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Art Student Finds Flag-Desecration Law Draped in Legal Confusion, Controversy

Times Staff Writer

When CalArts student Adam Greene laid an American flag on the floor as part of an art exhibit last week, he sent police and prosecutors scrambling to enforce an esoteric law that has not been used much since the flag-burning era of Vietnam War protests.

The exhibit is no longer open, and the Los Angeles County district attorney’s office is not planning to press charges against Greene. But authorities have requested that he attend an informal meeting Tuesday so they can explain how his exhibit violated Section 614 of the California Military and Veterans Code.

“We want to settle the case without having to file a criminal charge against him,” said Deputy Dist. Atty. James A. Baker. Prosecutors said a meeting with the artist was the best way to resolve the issue.

Section 614 states in part: “A person is guilty of a misdemeanor who knowingly casts contempt upon any flag of the United States or of this state by publicly mutilating, defacing, defiling, burning or trampling upon it.”

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Few Cases

A district attorney’s spokesman said he could not recall the code being enforced in Los Angeles County in 10 years. State authorities could not recall any recent cases, either.

“I know that during the Vietnam War protests, when people were burning flags and wearing flags as shirts, there were some prosecutions,” said Michael Raymer, an associate government analyst for the state attorney general’s office. “I think it’s fairly rare that someone pours gasoline on the flag these days.

“It doesn’t seem to be as popular as it used to be,” Raymer said.

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The state code is enforced by local police departments, and violation carries a maximum penalty of six months in jail and a $1,000 fine.

Federal lawbooks carry a similar flag statute that is enforced by the FBI; violation carries a maximum penalty of one year in prison and a $1,000 fine. Like the state code, the federal law is seldom enforced.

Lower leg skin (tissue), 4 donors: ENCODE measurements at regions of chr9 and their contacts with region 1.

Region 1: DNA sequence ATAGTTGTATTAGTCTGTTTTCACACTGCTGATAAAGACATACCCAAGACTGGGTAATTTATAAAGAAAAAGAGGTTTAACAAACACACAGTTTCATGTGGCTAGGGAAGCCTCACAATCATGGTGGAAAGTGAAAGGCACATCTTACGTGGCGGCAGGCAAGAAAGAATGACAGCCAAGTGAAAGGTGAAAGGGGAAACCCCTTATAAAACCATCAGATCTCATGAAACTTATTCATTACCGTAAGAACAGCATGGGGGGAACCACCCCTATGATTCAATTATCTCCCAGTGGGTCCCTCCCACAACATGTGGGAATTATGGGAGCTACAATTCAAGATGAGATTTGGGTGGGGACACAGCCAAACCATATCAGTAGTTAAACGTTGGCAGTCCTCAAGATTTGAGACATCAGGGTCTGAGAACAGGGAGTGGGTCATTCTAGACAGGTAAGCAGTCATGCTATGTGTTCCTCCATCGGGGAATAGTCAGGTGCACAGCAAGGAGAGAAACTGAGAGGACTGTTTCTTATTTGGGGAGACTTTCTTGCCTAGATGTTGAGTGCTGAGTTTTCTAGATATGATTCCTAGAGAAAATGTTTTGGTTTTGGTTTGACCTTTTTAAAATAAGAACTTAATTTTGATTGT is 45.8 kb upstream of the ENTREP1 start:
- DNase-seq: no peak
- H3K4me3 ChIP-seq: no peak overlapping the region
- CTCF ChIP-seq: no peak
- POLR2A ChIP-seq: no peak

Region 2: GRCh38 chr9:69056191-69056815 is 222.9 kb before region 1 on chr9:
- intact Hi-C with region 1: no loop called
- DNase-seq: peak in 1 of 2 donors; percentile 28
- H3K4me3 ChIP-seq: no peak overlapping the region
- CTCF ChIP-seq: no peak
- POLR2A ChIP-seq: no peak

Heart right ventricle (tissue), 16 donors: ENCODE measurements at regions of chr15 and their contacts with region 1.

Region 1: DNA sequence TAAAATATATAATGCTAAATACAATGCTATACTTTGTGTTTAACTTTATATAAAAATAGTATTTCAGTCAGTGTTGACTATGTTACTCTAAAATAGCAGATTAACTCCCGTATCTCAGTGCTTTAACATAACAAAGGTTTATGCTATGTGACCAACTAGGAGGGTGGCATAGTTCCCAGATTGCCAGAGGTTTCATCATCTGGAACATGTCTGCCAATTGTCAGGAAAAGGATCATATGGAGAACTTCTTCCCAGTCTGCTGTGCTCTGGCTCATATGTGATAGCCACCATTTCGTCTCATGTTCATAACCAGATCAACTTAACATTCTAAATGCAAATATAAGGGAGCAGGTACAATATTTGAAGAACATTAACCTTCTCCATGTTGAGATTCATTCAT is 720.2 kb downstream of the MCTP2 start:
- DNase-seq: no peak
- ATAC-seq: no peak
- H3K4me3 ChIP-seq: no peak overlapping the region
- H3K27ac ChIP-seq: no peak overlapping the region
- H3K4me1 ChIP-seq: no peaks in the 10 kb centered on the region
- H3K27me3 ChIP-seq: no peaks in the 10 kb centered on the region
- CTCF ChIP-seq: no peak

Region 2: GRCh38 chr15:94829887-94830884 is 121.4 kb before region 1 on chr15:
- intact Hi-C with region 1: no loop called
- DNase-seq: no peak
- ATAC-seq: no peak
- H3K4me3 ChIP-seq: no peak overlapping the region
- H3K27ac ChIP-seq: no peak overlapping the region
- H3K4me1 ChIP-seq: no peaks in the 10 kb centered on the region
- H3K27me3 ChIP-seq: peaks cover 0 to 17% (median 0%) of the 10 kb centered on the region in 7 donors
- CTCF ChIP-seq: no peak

“The flag statute is not something where we go running around trying to find a violation,” said a U.S. Justice Department official who declined to give his name.

Notifying Officials

On both state and federal levels, most flag desecration cases come to authorities’ attention either because police are notified or the act is highly visible.

News reports suggest that only a handful of these cases have occurred since the Vietnam years.

- In 1980, two members of the Revolutionary Communist Party were prosecuted for burning a flag at a rally in Greensboro, N.C. The defendants were prosecuted under federal law and the Supreme Court rejected a challenge of that law.

- In 1984, a Pasadena man donated $10,000 to his church for the purpose of erecting two flagpoles--one for the American flag and the other to fly a Christian flag. But Pasadena has a municipal ordinance that prohibits non-governmental flags.

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Ray Risser and the First Church of the Nazarene argued unsuccessfully that flying their flag was a form of religious expression and, thus, should be protected by constitutional rights.

- That same year, a Texas man burned a flag outside the Republican National Convention. His conviction was overturned by a state appeals court, but the Texas attorney general’s office filed an appeal. The Supreme Court will hear arguments in the case this month.

Free speech and First Amendment rights were argued in all these cases and have been a common defense against prosecution of flag laws.

“Usually the reason that people are doing what they are doing is to express some point of view,” said Jonathan Varat, professor of constitutional law at UCLA. “People burn flags because they are protesting government policy.”

Free speech defenses have met with some success. But, because flag-defiling cases come before the courts so infrequently, no consistent legal precedent has been set.

“The central question is whether it is permissible for the government to protect the flag as a symbol of values,” Varat said. “It’s a highly controversial issue. So much is at stake here and the court has tried hard not to draw sharp lines.”

Prosecutors say they find such cases difficult to try because they must prove that the defendant meant to cast the flag in a contemptuous light.

Proof Difficult

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“It’s not an easy standard to prove,” the Justice Department official said. “We don’t prosecute very often because of the limitations of the statute.”

When it comes to works of art, the legal picture grows even cloudier.

Greene’s exhibit of the flag was modeled after a similar artwork by Scott Tyler that has attracted protest at the School of the Art Institute of Chicago.

In Los Angeles, the district attorney’s office quickly determined that the CalArts exhibit encouraged visitors to walk across, and thus defile, the flag. Yet, in Chicago, a Cook County circuit judge dismissed a suit challenging the legality of Tyler’s piece. And, in another legal twist, Chicago police later arrested a visitor to the Chicago exhibit after she stepped on the flag.


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